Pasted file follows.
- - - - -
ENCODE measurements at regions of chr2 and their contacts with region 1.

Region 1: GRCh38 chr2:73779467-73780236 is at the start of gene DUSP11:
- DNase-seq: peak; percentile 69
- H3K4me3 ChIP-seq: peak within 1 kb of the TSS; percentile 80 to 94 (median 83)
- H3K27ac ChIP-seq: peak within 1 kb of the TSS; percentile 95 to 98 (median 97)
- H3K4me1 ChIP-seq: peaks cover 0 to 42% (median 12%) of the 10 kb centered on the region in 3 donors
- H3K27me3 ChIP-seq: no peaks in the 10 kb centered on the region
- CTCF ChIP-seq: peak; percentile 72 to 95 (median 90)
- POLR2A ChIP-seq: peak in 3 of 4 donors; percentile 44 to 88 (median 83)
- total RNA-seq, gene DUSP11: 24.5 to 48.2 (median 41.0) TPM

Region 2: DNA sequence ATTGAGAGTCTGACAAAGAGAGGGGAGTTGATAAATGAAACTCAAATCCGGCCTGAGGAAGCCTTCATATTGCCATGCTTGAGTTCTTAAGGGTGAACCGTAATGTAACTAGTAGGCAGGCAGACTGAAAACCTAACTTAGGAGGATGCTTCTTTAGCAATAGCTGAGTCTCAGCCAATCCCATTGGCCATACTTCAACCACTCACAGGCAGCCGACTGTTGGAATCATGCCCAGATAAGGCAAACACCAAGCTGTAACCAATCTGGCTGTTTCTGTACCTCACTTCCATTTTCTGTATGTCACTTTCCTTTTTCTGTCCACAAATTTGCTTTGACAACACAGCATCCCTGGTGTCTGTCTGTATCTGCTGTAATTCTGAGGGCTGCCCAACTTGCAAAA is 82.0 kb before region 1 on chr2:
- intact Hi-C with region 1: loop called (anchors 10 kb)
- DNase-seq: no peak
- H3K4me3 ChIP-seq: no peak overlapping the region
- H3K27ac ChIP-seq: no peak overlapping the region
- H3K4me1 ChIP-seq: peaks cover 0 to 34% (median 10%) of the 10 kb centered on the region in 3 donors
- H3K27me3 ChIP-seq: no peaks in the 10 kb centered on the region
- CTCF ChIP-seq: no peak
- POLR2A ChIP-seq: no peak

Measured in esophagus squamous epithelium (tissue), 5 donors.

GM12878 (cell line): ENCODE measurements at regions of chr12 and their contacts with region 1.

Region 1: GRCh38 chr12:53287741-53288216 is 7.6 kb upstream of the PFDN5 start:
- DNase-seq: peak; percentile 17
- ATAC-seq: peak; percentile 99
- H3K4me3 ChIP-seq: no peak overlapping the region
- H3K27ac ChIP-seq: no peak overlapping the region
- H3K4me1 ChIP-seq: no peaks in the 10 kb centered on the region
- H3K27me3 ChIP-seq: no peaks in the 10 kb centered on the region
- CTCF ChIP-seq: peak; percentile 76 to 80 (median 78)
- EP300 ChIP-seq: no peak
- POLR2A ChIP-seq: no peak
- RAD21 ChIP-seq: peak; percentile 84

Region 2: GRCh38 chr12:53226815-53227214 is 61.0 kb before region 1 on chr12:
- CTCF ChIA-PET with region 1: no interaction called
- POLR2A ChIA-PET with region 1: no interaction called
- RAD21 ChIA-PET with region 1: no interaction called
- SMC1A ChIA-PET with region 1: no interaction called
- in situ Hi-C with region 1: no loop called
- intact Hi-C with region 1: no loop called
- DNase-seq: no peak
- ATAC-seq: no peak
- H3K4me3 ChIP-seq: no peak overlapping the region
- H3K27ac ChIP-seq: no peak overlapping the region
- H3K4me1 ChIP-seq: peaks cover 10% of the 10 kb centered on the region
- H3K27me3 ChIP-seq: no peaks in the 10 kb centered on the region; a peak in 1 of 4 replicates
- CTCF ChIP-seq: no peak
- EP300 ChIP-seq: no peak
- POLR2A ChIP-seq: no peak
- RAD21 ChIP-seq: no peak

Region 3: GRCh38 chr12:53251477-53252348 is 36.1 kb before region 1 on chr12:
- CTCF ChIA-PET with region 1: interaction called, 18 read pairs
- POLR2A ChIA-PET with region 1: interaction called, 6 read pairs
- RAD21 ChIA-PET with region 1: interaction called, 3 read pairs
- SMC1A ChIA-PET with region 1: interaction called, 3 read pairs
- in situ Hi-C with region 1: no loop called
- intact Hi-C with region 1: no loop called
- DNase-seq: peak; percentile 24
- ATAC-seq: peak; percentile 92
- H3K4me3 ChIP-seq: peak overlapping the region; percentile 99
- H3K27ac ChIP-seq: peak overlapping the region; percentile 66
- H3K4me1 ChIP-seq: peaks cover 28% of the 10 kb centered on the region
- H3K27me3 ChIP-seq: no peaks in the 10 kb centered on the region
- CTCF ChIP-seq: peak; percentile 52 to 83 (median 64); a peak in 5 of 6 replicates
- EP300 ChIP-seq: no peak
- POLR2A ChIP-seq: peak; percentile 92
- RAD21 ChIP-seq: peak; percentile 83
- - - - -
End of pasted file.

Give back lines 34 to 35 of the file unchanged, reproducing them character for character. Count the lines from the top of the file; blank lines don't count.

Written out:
- CTCF ChIA-PET with region 1: no interaction called
- POLR2A ChIA-PET with region 1: no interaction called